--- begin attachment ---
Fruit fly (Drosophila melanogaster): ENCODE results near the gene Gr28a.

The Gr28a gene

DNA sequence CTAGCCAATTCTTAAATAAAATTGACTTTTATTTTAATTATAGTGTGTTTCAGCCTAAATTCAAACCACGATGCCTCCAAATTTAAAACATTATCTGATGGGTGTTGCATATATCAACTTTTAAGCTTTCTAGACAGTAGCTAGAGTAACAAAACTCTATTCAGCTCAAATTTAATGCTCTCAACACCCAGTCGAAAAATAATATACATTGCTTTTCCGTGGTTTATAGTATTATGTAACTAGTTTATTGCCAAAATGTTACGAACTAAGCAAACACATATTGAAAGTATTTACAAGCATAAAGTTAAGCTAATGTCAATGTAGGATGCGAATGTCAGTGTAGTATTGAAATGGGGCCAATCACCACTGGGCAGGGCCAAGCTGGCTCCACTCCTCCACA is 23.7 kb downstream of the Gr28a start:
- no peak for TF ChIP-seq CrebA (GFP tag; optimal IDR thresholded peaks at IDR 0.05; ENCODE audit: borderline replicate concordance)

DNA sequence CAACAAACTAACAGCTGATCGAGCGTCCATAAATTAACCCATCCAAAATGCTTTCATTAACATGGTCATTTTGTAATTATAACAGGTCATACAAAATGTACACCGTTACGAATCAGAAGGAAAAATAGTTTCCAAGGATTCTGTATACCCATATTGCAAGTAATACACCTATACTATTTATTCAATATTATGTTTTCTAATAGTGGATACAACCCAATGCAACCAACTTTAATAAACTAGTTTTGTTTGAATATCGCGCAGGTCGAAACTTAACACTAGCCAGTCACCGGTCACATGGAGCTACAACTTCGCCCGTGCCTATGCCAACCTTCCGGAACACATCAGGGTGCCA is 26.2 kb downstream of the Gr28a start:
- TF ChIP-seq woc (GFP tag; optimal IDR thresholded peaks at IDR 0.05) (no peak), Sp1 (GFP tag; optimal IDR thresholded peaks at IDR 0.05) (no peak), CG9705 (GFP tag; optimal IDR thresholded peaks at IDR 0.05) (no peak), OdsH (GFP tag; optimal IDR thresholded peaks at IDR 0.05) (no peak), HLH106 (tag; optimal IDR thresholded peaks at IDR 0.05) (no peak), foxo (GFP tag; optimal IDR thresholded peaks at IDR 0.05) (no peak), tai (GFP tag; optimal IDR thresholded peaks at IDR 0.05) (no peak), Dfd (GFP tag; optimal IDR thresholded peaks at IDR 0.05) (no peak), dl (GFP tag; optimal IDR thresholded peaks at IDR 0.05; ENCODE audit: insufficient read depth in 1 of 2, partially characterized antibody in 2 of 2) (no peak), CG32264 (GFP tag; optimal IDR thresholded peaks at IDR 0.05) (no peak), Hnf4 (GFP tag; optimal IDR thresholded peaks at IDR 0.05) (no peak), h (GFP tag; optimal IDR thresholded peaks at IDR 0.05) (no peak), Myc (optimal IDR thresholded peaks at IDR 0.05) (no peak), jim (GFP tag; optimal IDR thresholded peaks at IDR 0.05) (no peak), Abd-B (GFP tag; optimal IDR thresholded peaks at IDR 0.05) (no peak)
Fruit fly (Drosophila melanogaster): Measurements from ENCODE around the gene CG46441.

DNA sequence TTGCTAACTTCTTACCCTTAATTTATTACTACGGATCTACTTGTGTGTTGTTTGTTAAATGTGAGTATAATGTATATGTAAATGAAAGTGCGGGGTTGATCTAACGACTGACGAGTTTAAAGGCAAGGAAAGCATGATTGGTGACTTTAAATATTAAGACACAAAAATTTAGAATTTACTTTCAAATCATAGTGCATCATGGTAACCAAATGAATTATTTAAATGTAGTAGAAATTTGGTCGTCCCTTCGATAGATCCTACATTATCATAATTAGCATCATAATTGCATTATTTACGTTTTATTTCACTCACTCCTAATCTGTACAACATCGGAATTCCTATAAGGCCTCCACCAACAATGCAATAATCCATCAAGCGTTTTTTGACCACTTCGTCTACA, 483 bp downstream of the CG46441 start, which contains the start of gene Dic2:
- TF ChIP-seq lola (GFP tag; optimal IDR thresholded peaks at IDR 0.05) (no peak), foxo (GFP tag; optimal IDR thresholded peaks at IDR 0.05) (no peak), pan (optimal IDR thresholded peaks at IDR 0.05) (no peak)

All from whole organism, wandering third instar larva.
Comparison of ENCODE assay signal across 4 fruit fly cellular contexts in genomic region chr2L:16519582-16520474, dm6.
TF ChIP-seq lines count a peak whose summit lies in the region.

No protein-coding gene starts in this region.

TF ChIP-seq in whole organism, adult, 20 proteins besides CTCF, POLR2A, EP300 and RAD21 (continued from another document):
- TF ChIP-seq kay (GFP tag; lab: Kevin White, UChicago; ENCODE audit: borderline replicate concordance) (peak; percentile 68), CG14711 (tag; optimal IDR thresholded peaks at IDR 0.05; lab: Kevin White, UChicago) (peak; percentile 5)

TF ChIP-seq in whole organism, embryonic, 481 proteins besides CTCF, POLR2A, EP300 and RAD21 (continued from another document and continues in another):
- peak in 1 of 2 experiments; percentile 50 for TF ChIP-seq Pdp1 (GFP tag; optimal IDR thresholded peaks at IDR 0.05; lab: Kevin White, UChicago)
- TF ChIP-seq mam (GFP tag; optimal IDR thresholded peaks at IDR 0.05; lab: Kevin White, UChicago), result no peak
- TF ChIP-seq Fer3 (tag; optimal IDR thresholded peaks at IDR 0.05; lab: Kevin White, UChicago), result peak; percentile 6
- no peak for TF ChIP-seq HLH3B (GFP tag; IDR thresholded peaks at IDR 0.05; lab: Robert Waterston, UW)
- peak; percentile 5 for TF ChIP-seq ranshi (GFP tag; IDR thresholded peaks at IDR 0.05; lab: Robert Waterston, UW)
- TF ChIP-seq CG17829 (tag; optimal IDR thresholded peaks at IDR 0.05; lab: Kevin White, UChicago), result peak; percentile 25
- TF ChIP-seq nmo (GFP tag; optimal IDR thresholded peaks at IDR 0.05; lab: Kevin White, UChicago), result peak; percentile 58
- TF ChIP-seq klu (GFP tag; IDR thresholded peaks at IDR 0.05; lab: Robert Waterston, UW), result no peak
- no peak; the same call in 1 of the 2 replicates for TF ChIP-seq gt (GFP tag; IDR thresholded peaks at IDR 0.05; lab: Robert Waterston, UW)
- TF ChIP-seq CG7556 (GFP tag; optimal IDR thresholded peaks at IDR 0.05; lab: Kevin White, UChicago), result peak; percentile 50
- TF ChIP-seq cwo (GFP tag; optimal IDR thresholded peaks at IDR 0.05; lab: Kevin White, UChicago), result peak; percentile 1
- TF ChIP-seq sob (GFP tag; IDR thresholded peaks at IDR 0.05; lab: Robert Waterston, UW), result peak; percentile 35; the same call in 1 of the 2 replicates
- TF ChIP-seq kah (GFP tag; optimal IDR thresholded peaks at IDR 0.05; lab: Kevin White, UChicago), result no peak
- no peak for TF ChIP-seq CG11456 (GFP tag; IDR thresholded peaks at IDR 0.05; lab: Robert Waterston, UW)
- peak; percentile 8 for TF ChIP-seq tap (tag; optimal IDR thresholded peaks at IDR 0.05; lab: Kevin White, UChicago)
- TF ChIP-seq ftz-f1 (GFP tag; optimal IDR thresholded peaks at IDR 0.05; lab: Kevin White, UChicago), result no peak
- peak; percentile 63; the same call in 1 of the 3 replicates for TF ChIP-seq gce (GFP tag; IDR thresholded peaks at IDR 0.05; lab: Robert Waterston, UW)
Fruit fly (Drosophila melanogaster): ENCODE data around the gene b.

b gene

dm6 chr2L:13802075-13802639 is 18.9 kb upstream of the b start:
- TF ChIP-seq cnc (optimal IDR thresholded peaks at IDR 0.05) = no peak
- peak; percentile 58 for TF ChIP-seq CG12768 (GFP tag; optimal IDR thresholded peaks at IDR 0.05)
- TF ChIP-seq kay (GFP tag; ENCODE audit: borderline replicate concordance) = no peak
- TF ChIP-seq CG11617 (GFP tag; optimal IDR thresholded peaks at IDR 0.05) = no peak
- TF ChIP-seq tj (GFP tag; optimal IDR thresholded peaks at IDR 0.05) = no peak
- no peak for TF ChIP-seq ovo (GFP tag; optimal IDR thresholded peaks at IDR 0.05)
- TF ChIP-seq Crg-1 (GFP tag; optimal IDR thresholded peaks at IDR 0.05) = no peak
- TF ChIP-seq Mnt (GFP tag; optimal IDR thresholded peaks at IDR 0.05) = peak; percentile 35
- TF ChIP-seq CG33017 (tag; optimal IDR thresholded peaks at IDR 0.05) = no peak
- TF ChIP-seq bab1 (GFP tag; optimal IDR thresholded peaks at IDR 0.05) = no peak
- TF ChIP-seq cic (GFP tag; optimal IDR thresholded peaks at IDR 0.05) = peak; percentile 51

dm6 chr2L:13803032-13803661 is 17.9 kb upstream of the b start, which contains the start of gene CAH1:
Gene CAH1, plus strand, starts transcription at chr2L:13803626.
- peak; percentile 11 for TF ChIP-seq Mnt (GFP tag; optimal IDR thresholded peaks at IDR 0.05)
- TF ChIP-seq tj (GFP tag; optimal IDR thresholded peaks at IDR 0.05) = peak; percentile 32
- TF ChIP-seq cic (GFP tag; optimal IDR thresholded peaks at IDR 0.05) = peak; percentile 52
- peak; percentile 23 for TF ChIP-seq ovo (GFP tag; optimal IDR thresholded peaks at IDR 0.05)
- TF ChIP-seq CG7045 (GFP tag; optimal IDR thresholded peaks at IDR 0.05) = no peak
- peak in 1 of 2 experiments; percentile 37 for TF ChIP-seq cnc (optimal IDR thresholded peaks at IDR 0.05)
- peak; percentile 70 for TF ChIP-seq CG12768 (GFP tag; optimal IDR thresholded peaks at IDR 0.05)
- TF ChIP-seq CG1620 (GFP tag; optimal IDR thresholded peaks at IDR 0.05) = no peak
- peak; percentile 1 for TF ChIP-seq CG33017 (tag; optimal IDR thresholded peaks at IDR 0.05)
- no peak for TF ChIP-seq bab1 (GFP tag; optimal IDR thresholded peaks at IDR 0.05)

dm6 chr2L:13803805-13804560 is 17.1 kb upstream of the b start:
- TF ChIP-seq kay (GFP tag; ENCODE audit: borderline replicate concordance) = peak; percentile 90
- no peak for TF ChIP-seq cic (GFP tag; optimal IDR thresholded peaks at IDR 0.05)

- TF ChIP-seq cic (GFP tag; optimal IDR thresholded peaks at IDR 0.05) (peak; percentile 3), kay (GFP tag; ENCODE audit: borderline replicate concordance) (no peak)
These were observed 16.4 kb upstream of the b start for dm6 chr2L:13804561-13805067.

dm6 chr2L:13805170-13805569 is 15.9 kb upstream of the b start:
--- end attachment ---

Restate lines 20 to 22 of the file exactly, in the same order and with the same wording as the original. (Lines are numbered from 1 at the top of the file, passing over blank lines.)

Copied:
- no peak for TF ChIP-seq HLH3B (GFP tag; IDR thresholded peaks at IDR 0.05; lab: Robert Waterston, UW)
- peak; percentile 5 for TF ChIP-seq ranshi (GFP tag; IDR thresholded peaks at IDR 0.05; lab: Robert Waterston, UW)
- TF ChIP-seq CG17829 (tag; optimal IDR thresholded peaks at IDR 0.05; lab: Kevin White, UChicago), result peak; percentile 25